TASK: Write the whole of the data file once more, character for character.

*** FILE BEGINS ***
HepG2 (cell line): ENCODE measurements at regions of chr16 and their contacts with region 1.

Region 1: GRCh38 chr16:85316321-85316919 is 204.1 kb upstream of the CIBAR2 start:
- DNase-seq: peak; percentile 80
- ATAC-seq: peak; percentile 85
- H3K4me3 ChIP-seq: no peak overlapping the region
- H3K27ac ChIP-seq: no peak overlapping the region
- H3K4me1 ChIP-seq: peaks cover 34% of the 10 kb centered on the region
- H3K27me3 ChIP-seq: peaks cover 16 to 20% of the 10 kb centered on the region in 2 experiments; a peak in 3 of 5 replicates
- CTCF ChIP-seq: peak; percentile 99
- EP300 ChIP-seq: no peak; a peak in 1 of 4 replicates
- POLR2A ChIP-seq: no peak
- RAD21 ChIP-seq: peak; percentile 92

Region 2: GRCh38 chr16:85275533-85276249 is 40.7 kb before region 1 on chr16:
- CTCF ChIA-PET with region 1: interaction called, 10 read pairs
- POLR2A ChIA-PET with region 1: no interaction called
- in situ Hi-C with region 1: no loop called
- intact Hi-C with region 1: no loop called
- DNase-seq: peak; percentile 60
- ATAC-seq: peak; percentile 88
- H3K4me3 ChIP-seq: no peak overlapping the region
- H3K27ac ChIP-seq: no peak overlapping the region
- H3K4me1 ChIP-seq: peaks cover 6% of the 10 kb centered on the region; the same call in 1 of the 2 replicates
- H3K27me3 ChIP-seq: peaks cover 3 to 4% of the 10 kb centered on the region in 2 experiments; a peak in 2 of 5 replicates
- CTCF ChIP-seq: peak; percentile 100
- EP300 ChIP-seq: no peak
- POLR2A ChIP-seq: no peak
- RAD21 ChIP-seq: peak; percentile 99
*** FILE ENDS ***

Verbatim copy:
HepG2 (cell line): ENCODE measurements at regions of chr16 and their contacts with region 1.

Region 1: GRCh38 chr16:85316321-85316919 is 204.1 kb upstream of the CIBAR2 start:
- DNase-seq: peak; percentile 80
- ATAC-seq: peak; percentile 85
- H3K4me3 ChIP-seq: no peak overlapping the region
- H3K27ac ChIP-seq: no peak overlapping the region
- H3K4me1 ChIP-seq: peaks cover 34% of the 10 kb centered on the region
- H3K27me3 ChIP-seq: peaks cover 16 to 20% of the 10 kb centered on the region in 2 experiments; a peak in 3 of 5 replicates
- CTCF ChIP-seq: peak; percentile 99
- EP300 ChIP-seq: no peak; a peak in 1 of 4 replicates
- POLR2A ChIP-seq: no peak
- RAD21 ChIP-seq: peak; percentile 92

Region 2: GRCh38 chr16:85275533-85276249 is 40.7 kb before region 1 on chr16:
- CTCF ChIA-PET with region 1: interaction called, 10 read pairs
- POLR2A ChIA-PET with region 1: no interaction called
- in situ Hi-C with region 1: no loop called
- intact Hi-C with region 1: no loop called
- DNase-seq: peak; percentile 60
- ATAC-seq: peak; percentile 88
- H3K4me3 ChIP-seq: no peak overlapping the region
- H3K27ac ChIP-seq: no peak overlapping the region
- H3K4me1 ChIP-seq: peaks cover 6% of the 10 kb centered on the region; the same call in 1 of the 2 replicates
- H3K27me3 ChIP-seq: peaks cover 3 to 4% of the 10 kb centered on the region in 2 experiments; a peak in 2 of 5 replicates
- CTCF ChIP-seq: peak; percentile 100
- EP300 ChIP-seq: no peak
- POLR2A ChIP-seq: no peak
- RAD21 ChIP-seq: peak; percentile 99